On that note, it’s worth mentioning that Annecy is beautiful. The city has a lovely mix of buildings from various ages, with a medieval centre surrounded by more modern styles, most notably from the early 1900s. The town itself is situated amidst canals, on the shores of a beautiful lake, which is nestled in between spectacular mountains flanked by verdant forests. Here’s some teasers for you.
Our time in Annecy was spent cycling around the lake (4 hours), climbing La Tournette (5 hours; altitude 2,300m), and generally meandering through long sunny days. All very pleasant.
One of the most striking things about Annecy, which is relevant to Auckland and discussions on the Unitary Plan, is how dense it is: the centre of Annecy is dominated by 4-8 storey buildings, many of which are apartments. These are the sorts of apartment development that Auckland is lacking, and this is in a city with a population of under 100,000.
Having lived and traveled around Australia and Europe for several years, I can’t help but feel that Auckland is shooting itself in the foot when it comes to apartments. While the rest of the world has and still is embracing medium density developments of up to 7-8 storeys, Auckland seems paralysed by proposals to allow buildings above 3 storeys. It’s as if Auckland still can’t quite accept that it’s a city where land is scarce, such that compromises must be made.
I know that some people like Brian Rudman believe that 3 storeys is already a compromise, a nod to higher density. Such positions are, I think, painfully naive.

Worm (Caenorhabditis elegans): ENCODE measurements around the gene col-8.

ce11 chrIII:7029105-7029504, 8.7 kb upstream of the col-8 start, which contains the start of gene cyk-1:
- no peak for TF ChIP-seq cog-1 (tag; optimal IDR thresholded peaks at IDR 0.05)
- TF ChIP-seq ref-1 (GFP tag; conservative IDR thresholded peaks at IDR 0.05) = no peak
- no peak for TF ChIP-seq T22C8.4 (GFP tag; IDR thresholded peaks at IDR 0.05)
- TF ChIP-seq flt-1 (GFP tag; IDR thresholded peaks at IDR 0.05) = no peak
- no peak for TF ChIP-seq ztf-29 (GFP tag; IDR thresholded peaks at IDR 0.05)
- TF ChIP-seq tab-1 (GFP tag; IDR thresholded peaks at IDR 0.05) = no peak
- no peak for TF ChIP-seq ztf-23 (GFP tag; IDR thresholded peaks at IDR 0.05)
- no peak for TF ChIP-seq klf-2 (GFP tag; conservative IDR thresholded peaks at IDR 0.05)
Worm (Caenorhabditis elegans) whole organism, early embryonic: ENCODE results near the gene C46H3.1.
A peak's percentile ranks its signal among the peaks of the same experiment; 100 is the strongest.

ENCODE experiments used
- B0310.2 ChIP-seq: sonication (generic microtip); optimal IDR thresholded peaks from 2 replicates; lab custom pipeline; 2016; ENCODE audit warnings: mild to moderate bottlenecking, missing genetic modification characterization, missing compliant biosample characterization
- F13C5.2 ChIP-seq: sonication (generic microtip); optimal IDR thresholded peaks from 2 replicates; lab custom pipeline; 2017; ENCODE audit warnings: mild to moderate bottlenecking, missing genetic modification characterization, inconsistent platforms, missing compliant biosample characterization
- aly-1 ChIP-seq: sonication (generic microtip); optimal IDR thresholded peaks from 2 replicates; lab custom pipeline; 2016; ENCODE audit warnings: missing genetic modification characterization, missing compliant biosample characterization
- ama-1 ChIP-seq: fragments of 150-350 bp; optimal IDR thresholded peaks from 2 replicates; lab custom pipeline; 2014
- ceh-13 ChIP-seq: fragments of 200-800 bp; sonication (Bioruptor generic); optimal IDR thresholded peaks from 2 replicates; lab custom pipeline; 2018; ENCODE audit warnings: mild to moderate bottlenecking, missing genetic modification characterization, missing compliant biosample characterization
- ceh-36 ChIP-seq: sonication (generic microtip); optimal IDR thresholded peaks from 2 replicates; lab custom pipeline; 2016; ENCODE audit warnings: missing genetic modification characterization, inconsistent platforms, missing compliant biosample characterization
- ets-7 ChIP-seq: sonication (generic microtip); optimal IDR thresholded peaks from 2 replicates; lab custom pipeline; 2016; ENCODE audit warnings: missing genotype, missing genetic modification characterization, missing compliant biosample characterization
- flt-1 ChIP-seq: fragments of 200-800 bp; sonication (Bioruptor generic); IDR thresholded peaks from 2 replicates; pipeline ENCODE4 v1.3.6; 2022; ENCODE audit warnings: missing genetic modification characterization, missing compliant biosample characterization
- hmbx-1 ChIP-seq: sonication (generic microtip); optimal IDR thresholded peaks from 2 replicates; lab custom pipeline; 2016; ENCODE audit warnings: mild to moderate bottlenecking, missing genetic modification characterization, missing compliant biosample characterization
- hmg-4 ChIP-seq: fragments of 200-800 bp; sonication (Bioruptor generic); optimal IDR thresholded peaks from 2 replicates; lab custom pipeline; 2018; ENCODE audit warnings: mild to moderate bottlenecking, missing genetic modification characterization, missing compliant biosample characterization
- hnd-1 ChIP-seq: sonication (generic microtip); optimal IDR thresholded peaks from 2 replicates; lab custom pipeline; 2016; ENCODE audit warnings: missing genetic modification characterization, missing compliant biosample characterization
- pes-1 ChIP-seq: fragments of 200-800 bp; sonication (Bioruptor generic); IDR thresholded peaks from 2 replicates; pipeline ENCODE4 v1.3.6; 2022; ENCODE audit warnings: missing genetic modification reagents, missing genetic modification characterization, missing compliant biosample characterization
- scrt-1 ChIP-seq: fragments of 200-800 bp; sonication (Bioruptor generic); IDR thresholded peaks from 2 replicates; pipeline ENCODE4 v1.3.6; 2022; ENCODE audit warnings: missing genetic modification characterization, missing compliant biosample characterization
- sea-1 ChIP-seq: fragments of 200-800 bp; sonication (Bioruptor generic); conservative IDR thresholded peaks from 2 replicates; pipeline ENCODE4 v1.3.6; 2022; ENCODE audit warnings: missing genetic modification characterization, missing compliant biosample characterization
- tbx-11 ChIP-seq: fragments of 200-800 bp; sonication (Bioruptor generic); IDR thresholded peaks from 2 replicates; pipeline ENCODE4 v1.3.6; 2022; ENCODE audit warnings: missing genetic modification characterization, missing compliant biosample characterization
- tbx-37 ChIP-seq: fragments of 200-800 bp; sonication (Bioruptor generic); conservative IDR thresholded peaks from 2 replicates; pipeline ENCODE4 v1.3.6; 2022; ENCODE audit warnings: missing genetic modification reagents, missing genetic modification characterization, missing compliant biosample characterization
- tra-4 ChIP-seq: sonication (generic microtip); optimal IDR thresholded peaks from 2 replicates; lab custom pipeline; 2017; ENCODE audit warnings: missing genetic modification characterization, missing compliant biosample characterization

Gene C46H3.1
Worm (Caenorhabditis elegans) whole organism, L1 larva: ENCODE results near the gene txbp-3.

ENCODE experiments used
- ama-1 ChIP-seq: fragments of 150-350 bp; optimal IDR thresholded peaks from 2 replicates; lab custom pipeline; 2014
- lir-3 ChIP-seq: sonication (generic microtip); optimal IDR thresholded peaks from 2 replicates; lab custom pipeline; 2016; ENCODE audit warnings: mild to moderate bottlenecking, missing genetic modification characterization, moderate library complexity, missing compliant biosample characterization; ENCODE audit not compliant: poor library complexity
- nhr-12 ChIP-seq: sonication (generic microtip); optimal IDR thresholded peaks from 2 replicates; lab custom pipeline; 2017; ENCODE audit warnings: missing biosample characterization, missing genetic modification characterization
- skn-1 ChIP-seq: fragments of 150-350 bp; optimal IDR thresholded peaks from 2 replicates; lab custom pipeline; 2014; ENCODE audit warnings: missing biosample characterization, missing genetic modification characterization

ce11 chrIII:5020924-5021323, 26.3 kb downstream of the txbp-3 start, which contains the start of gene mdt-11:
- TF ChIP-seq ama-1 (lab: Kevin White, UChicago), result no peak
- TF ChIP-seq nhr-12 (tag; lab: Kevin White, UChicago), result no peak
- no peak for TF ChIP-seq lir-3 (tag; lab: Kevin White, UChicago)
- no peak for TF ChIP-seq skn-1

Cities everywhere, for centuries, have built up to 5-8 stories in order to house their growing populations. Restraining most of Auckland to 3 storeys or less is basically committing ourselves to supplying 50% fewer dwellings than would be available in other places for a physical given footprint. I don’t think many Aucklanders appreciate just how much density controls have constrained the supply of housing, and just how much this will negatively effect socio-economic and environmental outcomes for decades to come.
Anyway, for now I’m going to get out there and enjoy Europe and leave the rest of you to fix Auckland. My next update will be from Cassis, where most of the buildings are more than 2 storeys, where most of the inner city streets are too narrow for cars to access even in one direction, and where the atmosphere is oh so lovely.
Somehow the town still functions; I’m still trying to work it out and if I do then I’ll let you know.
Until next time, go well.